After all, despite numerous inducements, only around 1,200 of the 24,000 schools voted to become grant-maintained. Surely they are the few, while the rest are the many?
CASE has been careful never to attack GM schools, which are state schools after all, some opting out to escape closure or being forced to become selective. But we did attack the previous government's opting-out policy, which destabilised the education system and was divisive.
What is almost unbelievable is that unless the present Government has a change of heart, this criticism will fairly apply to its policy too. CASE has alternative proposals for two types of schools, which are simpler, fairer and more democratic, retain the commitment to a denominational option within the public sector and would mean far less disruption. We will be happy to provide details (tel: 0181-944 8206).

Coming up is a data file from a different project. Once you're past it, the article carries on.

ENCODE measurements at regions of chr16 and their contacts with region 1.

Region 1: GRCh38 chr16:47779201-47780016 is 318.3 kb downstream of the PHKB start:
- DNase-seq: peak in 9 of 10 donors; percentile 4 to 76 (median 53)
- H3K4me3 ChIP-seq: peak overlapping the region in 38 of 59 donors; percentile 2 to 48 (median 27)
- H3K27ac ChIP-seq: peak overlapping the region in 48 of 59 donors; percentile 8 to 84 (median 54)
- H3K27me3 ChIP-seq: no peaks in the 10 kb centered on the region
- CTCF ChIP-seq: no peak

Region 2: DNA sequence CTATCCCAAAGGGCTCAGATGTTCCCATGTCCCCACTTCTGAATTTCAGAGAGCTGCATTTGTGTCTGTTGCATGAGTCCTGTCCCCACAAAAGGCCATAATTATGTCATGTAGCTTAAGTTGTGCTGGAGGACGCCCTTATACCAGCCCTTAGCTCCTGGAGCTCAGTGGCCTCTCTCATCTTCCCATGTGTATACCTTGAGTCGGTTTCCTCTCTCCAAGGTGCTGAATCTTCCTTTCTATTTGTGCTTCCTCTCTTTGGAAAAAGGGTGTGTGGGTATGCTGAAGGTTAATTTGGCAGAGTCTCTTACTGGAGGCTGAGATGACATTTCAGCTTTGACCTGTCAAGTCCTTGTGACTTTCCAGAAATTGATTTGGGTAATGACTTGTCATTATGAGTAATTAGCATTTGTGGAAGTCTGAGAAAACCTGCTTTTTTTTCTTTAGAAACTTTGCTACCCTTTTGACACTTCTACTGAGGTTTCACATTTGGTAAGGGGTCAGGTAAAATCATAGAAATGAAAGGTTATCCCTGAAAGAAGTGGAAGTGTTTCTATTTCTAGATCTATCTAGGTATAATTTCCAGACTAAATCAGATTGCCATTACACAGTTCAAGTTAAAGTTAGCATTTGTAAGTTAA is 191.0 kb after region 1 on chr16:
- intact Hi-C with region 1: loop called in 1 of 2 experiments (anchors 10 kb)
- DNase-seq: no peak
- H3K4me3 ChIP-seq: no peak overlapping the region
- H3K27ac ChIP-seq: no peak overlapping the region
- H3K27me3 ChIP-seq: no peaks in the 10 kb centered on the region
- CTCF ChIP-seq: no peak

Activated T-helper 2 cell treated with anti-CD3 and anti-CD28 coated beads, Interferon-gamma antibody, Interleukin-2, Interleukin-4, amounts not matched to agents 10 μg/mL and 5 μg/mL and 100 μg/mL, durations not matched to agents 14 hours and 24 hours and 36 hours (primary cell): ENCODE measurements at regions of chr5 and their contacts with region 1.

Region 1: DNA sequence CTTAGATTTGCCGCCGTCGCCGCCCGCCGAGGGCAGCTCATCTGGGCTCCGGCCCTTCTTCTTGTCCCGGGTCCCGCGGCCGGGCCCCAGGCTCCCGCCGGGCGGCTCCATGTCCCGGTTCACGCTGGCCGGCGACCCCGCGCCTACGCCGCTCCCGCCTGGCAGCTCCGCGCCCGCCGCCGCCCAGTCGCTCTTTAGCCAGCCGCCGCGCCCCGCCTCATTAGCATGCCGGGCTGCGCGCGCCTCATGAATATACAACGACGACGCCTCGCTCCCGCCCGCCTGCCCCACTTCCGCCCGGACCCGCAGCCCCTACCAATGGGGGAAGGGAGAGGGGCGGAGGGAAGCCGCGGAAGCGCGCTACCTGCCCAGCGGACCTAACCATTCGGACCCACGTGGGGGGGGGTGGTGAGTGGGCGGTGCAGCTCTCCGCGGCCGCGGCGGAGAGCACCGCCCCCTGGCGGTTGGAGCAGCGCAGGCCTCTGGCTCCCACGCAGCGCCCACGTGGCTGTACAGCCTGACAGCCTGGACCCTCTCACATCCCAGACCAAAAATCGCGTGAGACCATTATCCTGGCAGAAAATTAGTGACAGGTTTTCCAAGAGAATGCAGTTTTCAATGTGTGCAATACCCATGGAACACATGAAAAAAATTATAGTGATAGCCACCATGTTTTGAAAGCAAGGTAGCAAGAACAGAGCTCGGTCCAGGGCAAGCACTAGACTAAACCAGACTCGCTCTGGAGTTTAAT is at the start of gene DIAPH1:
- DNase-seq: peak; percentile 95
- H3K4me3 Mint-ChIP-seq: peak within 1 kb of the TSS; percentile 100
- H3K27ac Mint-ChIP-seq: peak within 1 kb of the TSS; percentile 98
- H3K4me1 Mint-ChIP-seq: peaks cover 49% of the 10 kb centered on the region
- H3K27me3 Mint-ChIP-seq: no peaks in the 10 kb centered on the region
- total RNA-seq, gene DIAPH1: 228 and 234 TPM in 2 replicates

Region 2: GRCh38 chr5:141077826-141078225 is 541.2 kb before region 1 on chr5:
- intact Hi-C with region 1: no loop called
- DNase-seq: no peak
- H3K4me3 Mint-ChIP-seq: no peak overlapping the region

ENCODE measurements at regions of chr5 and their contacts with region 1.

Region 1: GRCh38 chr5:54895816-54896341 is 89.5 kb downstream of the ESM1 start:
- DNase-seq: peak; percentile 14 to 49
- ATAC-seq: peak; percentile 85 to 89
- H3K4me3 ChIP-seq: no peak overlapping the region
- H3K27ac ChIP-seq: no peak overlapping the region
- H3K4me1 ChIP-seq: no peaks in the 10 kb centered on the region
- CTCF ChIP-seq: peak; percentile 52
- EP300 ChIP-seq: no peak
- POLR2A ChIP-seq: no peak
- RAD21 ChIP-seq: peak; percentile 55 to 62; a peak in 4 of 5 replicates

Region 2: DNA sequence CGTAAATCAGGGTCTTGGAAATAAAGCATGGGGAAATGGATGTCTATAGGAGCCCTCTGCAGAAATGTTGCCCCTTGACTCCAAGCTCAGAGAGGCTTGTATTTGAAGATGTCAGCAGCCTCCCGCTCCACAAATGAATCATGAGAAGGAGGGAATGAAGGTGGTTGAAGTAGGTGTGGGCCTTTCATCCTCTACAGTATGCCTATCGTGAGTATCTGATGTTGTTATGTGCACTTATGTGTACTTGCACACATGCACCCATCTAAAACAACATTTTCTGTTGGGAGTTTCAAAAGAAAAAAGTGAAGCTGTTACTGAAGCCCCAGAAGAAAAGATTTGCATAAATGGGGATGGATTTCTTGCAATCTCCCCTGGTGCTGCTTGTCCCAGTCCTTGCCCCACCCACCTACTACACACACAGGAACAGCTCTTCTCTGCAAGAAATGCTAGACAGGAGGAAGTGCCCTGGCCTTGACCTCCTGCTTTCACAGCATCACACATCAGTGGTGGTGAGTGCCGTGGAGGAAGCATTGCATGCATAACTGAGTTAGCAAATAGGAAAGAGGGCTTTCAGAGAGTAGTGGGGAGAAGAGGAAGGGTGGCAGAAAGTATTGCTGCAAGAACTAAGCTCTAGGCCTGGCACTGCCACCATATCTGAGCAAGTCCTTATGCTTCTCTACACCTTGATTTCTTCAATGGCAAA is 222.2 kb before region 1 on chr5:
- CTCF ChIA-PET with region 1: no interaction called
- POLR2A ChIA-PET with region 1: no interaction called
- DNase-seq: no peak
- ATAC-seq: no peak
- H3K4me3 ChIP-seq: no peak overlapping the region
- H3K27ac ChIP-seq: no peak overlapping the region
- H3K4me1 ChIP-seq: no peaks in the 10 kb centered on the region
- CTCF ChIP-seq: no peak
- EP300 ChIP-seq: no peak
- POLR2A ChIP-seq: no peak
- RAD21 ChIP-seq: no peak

We do not think we are alone in asking for a rethink. Surely if, in the end, the overwhelming view is that the Government should think again on the structures, it should take notice? There is even more at stake than just school structure. Because of the way in which the previous government "consulted" - a national curriculum over the summer holiday, for example - deep cynicism developed.
Now a new government begins with goodwill on many sides. If cynicism were to develop again, as a result of the Government's unwillingness to listen, the achievement of higher standards, which relies on the energy of all partners in our schools, will be threatened.
Executive Secretary Campaign for State Education 158 Durham Road London SW20